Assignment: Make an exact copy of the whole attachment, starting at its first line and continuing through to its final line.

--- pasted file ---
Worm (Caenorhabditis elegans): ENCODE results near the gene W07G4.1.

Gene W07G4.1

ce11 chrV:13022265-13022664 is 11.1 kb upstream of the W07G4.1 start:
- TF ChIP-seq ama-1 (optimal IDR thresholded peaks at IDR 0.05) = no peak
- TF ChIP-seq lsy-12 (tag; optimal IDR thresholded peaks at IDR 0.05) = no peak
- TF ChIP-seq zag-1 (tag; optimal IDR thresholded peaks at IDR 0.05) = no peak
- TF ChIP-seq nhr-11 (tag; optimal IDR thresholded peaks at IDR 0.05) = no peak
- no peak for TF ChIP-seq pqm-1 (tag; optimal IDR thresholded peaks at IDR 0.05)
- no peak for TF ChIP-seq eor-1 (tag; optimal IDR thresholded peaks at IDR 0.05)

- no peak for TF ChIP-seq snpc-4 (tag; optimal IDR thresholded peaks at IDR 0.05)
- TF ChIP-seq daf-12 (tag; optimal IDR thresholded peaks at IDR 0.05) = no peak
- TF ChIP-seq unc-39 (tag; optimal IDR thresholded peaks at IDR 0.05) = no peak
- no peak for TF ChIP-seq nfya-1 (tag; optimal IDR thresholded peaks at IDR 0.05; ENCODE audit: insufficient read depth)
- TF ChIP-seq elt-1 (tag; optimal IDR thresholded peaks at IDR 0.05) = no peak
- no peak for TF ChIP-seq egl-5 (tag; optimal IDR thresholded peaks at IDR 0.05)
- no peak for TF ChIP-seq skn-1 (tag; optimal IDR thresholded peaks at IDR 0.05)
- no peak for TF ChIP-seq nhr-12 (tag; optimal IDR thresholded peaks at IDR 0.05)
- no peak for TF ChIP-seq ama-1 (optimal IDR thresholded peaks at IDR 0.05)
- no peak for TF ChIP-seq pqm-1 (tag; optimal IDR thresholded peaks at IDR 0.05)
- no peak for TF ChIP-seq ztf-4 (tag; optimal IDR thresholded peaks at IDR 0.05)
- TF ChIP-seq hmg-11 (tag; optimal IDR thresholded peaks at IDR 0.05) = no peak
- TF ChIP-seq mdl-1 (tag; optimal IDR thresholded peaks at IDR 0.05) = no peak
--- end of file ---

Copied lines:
Worm (Caenorhabditis elegans): ENCODE results near the gene W07G4.1.

Gene W07G4.1

ce11 chrV:13022265-13022664 is 11.1 kb upstream of the W07G4.1 start:
- TF ChIP-seq ama-1 (optimal IDR thresholded peaks at IDR 0.05) = no peak
- TF ChIP-seq lsy-12 (tag; optimal IDR thresholded peaks at IDR 0.05) = no peak
- TF ChIP-seq zag-1 (tag; optimal IDR thresholded peaks at IDR 0.05) = no peak
- TF ChIP-seq nhr-11 (tag; optimal IDR thresholded peaks at IDR 0.05) = no peak
- no peak for TF ChIP-seq pqm-1 (tag; optimal IDR thresholded peaks at IDR 0.05)
- no peak for TF ChIP-seq eor-1 (tag; optimal IDR thresholded peaks at IDR 0.05)

- no peak for TF ChIP-seq snpc-4 (tag; optimal IDR thresholded peaks at IDR 0.05)
- TF ChIP-seq daf-12 (tag; optimal IDR thresholded peaks at IDR 0.05) = no peak
- TF ChIP-seq unc-39 (tag; optimal IDR thresholded peaks at IDR 0.05) = no peak
- no peak for TF ChIP-seq nfya-1 (tag; optimal IDR thresholded peaks at IDR 0.05; ENCODE audit: insufficient read depth)
- TF ChIP-seq elt-1 (tag; optimal IDR thresholded peaks at IDR 0.05) = no peak
- no peak for TF ChIP-seq egl-5 (tag; optimal IDR thresholded peaks at IDR 0.05)
- no peak for TF ChIP-seq skn-1 (tag; optimal IDR thresholded peaks at IDR 0.05)
- no peak for TF ChIP-seq nhr-12 (tag; optimal IDR thresholded peaks at IDR 0.05)
- no peak for TF ChIP-seq ama-1 (optimal IDR thresholded peaks at IDR 0.05)
- no peak for TF ChIP-seq pqm-1 (tag; optimal IDR thresholded peaks at IDR 0.05)
- no peak for TF ChIP-seq ztf-4 (tag; optimal IDR thresholded peaks at IDR 0.05)
- TF ChIP-seq hmg-11 (tag; optimal IDR thresholded peaks at IDR 0.05) = no peak
- TF ChIP-seq mdl-1 (tag; optimal IDR thresholded peaks at IDR 0.05) = no peak